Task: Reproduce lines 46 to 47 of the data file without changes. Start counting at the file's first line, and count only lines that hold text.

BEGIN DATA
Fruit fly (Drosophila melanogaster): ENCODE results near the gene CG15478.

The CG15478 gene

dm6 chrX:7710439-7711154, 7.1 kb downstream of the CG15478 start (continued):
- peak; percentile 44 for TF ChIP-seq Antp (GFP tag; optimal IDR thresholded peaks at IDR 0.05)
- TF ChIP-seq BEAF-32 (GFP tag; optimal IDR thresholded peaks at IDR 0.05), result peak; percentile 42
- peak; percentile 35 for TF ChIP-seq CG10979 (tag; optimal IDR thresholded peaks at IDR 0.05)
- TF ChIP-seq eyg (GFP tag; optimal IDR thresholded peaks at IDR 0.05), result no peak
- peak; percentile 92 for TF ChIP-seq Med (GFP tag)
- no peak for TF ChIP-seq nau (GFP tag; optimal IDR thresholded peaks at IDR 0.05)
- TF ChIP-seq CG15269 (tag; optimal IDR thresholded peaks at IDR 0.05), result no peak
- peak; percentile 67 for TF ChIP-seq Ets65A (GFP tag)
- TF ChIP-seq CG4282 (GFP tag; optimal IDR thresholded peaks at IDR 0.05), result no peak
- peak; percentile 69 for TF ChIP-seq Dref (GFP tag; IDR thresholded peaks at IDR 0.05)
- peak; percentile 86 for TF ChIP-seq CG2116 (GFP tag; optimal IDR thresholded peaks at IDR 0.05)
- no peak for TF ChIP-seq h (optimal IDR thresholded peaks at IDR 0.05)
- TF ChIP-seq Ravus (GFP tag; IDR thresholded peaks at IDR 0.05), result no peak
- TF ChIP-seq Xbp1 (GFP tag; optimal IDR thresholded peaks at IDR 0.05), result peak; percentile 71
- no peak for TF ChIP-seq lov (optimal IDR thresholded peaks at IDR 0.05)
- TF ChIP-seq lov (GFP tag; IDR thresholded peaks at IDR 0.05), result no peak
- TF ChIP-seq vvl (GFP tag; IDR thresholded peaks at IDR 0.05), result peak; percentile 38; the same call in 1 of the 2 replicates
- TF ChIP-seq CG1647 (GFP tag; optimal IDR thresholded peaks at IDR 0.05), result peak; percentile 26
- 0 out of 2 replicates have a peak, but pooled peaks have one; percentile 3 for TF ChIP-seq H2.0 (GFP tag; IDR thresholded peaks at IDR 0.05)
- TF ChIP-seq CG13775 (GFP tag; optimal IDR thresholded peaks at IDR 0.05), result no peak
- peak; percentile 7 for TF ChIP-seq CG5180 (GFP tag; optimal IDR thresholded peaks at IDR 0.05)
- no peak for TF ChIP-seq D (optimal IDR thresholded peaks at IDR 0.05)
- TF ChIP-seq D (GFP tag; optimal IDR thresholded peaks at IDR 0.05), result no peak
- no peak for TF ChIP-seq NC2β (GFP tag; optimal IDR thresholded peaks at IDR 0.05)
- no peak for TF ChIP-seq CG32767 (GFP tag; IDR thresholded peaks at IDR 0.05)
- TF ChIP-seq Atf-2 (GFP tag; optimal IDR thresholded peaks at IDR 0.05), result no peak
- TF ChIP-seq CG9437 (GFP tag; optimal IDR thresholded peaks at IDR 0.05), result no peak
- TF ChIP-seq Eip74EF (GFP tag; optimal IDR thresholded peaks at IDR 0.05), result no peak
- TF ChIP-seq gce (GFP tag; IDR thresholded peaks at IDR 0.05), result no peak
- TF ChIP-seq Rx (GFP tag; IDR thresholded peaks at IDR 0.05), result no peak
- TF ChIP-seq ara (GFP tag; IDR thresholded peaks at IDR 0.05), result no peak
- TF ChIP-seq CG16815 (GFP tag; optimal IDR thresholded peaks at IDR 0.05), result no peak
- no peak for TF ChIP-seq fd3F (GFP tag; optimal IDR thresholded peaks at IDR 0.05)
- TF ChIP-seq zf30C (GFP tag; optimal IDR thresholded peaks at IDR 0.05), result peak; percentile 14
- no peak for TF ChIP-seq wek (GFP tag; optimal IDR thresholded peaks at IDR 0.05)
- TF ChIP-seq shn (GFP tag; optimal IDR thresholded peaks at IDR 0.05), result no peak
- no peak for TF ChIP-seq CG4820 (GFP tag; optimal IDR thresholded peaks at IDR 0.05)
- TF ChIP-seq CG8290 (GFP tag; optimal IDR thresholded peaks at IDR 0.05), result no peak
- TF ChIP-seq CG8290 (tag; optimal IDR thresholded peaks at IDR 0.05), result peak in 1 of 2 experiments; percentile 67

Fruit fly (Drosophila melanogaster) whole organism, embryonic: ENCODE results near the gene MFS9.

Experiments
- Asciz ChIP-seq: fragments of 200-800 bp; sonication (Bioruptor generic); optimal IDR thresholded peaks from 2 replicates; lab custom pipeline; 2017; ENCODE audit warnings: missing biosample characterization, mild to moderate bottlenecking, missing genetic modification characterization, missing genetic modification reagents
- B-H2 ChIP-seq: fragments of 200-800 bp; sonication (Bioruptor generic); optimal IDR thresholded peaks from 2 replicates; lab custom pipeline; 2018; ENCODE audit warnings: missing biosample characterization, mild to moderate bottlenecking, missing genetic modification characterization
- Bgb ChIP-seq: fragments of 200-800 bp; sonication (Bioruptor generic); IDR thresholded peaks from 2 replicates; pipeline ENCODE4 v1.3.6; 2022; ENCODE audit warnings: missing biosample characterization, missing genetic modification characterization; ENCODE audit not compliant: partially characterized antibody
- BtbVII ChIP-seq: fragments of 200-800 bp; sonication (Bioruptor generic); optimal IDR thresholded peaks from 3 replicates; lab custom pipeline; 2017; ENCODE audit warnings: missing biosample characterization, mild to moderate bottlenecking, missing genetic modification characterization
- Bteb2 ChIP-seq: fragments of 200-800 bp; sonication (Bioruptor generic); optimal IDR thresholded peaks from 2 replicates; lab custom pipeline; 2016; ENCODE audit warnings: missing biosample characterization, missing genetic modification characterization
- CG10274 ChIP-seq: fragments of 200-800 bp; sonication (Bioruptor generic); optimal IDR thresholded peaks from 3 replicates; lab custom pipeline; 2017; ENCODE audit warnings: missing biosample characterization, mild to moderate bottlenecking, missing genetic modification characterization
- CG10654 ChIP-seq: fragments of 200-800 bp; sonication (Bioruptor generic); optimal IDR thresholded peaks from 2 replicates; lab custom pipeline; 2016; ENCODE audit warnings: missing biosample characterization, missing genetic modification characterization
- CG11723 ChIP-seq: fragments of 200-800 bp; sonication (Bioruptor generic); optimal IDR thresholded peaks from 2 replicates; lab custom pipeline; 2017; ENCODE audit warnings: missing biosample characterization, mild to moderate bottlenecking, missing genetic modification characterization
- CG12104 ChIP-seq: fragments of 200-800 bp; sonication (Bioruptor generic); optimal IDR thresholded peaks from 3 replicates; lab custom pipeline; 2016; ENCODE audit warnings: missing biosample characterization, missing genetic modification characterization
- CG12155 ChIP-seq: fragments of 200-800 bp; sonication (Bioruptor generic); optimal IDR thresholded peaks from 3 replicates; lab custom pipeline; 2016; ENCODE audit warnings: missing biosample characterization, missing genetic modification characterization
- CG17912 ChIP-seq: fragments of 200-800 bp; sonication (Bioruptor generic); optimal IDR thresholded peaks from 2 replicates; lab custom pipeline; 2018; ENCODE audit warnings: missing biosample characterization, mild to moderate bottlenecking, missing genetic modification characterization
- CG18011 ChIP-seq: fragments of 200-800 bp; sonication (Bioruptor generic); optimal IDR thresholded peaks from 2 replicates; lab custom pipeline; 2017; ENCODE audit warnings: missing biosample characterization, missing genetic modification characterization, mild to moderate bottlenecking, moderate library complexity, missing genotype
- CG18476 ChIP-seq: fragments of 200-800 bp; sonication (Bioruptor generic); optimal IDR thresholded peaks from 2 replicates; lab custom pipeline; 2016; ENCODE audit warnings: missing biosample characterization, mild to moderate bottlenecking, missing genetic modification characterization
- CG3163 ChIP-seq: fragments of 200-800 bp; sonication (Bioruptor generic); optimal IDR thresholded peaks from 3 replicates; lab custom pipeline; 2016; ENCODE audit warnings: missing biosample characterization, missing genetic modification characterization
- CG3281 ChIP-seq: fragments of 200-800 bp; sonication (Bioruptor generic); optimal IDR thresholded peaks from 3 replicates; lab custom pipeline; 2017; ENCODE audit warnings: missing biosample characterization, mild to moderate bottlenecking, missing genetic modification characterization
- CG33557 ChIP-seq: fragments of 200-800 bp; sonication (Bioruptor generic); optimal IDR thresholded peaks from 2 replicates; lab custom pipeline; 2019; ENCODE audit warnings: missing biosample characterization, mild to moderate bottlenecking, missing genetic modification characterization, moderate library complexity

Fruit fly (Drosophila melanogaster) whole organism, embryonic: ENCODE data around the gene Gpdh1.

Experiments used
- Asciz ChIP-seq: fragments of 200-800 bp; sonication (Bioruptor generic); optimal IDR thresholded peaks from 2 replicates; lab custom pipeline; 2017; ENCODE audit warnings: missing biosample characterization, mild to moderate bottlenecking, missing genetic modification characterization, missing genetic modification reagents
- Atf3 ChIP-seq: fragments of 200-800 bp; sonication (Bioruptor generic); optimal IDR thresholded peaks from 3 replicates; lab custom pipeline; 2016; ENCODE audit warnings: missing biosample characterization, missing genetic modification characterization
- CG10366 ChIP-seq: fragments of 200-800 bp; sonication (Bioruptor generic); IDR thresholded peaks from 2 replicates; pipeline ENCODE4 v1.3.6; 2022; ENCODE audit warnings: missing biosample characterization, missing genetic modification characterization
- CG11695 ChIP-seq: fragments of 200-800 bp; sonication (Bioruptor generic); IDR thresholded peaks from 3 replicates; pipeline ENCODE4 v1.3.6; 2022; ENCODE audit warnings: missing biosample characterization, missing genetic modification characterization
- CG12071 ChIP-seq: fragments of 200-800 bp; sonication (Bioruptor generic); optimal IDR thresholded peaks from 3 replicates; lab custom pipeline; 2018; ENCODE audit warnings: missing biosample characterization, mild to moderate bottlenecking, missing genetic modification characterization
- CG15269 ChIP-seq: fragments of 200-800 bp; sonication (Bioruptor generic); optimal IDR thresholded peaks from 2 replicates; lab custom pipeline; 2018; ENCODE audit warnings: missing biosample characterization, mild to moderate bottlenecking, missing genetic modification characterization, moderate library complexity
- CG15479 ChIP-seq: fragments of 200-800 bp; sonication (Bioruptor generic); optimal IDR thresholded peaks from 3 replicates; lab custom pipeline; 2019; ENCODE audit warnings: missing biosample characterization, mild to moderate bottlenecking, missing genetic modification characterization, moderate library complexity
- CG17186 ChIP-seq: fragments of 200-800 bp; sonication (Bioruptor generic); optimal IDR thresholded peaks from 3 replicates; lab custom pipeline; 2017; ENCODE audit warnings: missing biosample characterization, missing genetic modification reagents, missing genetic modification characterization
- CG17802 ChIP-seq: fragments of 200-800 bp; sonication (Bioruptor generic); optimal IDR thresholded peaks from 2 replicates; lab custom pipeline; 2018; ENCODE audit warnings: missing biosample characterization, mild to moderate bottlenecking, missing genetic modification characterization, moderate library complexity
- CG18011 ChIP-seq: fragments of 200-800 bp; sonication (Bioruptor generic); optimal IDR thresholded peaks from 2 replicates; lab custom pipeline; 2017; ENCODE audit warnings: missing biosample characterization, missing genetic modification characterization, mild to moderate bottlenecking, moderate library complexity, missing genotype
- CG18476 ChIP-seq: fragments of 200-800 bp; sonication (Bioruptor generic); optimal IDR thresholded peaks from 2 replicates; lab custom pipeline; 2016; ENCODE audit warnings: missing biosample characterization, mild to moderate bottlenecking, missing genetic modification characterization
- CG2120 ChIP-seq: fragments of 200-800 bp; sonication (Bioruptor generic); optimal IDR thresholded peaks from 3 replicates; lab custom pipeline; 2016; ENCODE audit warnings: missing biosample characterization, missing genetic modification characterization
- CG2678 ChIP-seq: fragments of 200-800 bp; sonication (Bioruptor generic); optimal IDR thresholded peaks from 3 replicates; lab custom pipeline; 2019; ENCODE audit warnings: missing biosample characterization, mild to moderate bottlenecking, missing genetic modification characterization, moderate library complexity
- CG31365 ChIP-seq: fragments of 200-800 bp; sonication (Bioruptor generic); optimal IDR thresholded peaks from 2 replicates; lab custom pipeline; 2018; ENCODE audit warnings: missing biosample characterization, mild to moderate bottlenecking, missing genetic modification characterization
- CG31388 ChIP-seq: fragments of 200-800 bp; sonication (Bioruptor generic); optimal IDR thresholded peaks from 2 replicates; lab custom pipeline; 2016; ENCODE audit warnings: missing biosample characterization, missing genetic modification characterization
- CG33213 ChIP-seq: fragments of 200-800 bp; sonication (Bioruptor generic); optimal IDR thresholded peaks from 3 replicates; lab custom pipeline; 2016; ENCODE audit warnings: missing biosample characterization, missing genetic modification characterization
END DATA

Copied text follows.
- B-H2 ChIP-seq: fragments of 200-800 bp; sonication (Bioruptor generic); optimal IDR thresholded peaks from 2 replicates; lab custom pipeline; 2018; ENCODE audit warnings: missing biosample characterization, mild to moderate bottlenecking, missing genetic modification characterization
- Bgb ChIP-seq: fragments of 200-800 bp; sonication (Bioruptor generic); IDR thresholded peaks from 2 replicates; pipeline ENCODE4 v1.3.6; 2022; ENCODE audit warnings: missing biosample characterization, missing genetic modification characterization; ENCODE audit not compliant: partially characterized antibody